2 Getting their children involved – This movement should start in the home and start out while the kids are young.
3 Standing on the side of love – Not being intimidated, and showing that love can destroy hate.
4 Getting the word out – That you don’t have to have webslinging abilities or be able to jump tall buildings, all you have to do is what’s right.
Do you know someone who embodies these values? Or is it you?
We’re all human beings, but we’re all different. Here’s Gill to talk about some of those differences.
Have you ever traveled to another country, or maybe you were born in one? Have you noticed that what may be ok somewhere is frowned upon or offensive somewhere else?
50 Shades Of Gray – What do Indonesia and France have in common? If you said that they are both located somewhere in the world your right. A few years back when the first in the 50 shades trilogy came out France allowed people as young as twelve to watch it, while Indonesia banned it outright. Why is that? France is rather liberal when it comes to sexuality and Indonesia has religious and moral codes that tend toward the strict.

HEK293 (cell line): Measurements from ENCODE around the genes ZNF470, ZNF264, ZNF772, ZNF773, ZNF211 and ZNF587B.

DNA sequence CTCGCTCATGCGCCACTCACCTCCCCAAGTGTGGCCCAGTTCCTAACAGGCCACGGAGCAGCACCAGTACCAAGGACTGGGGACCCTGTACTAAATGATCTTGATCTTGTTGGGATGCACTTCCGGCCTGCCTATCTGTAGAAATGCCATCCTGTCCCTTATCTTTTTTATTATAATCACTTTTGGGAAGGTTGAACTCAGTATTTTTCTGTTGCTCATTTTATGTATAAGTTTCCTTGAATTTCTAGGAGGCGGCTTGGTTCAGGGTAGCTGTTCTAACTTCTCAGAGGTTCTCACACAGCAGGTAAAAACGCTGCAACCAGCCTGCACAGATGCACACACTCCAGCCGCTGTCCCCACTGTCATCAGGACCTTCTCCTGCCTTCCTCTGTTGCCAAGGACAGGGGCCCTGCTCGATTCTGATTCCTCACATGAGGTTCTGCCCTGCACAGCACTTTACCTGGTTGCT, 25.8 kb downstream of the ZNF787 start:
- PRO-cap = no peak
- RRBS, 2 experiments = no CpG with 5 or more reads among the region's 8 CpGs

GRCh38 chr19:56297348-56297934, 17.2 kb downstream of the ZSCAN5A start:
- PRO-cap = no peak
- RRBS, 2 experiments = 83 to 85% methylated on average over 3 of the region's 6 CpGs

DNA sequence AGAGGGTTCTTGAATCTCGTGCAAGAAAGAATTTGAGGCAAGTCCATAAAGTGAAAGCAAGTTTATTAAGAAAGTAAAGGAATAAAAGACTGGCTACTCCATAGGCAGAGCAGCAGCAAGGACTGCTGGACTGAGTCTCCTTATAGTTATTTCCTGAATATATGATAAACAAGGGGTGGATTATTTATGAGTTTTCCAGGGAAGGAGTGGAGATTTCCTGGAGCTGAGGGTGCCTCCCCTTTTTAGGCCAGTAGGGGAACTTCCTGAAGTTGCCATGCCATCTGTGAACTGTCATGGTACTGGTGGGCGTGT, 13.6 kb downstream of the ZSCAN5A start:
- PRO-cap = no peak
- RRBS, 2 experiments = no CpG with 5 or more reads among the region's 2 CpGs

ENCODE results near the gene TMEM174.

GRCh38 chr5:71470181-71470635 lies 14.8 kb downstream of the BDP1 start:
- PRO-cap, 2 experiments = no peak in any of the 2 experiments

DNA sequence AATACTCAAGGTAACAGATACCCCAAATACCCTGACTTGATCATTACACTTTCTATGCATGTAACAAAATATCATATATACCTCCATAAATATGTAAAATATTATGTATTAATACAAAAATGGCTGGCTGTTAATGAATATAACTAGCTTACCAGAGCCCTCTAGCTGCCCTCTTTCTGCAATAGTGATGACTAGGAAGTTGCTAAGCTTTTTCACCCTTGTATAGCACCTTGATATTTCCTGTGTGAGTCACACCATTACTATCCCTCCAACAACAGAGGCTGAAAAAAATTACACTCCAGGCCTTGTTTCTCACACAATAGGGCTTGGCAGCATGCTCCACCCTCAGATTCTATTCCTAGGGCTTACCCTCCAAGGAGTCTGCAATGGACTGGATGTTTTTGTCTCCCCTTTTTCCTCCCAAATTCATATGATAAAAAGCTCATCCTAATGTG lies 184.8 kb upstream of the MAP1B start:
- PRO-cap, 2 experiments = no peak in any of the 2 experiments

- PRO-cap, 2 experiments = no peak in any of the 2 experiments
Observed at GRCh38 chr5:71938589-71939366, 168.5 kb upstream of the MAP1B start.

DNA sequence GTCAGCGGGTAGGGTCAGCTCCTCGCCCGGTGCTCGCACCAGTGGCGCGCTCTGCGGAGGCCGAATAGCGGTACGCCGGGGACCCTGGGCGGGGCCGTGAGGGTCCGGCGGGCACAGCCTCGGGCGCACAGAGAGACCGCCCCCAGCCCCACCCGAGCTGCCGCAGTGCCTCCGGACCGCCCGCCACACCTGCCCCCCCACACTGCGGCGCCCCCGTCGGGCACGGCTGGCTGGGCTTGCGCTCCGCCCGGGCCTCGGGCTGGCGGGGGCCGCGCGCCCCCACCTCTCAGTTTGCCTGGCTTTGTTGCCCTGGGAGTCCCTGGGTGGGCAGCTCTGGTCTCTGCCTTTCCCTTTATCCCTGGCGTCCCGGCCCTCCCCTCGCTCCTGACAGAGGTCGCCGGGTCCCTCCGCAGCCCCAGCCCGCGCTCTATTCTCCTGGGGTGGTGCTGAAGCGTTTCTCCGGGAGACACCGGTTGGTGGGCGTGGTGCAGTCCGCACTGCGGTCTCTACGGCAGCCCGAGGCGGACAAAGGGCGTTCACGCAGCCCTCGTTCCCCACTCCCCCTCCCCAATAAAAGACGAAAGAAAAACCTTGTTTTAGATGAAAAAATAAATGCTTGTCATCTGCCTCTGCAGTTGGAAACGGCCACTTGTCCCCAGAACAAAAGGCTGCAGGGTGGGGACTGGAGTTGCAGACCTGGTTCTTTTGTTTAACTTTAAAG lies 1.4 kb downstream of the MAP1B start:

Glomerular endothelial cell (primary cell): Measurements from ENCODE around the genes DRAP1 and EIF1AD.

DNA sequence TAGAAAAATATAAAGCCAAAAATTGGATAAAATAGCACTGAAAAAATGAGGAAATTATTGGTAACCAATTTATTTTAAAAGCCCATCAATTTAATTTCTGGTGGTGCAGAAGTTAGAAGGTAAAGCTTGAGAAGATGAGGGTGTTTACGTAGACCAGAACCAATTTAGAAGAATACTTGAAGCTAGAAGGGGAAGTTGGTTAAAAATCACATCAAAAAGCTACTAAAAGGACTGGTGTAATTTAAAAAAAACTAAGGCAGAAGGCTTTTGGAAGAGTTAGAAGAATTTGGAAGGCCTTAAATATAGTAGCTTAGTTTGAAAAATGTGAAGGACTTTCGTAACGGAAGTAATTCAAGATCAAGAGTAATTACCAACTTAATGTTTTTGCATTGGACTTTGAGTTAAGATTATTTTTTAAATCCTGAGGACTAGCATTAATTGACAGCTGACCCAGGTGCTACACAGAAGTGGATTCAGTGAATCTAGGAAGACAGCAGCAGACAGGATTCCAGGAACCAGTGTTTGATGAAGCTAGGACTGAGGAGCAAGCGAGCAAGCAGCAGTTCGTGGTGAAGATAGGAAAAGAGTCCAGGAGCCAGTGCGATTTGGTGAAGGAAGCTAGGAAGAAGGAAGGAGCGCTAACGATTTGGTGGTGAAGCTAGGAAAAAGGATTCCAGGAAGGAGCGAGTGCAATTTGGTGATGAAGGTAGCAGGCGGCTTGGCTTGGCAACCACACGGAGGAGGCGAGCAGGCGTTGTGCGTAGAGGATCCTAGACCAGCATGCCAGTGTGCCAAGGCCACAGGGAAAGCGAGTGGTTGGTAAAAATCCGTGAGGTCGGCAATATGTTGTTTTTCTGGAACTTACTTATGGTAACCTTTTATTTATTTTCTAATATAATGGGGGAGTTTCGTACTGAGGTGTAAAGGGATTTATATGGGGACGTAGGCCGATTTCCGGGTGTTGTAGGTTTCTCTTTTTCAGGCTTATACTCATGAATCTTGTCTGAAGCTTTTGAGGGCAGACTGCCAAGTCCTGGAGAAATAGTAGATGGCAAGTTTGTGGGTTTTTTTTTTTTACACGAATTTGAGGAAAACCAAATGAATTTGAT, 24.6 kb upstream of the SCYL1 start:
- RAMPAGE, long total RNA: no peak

You can’t name your child that – You’ve just welcomed your little bundle of joy into the world, and now it’s time to give them a name that may or may not get them beaten up in school. In countries like Denmark, Sweden, New Zealand and Iceland naming your child something weird is frowned upon. Denmark and Iceland have lists from which you can choose. So think before you name little No. 4 Express.
Get a room but be sure to be married – In India along with other Middle Eastern countries public love festivals could get you jailed. It is illegal to share a hotel room unmarried in UAE.
Slurp it up – In Japan it’s considered extremely rude to eat your noodle soup quietly. Slurping is a sign that you appreciate what the chef has prepared for you.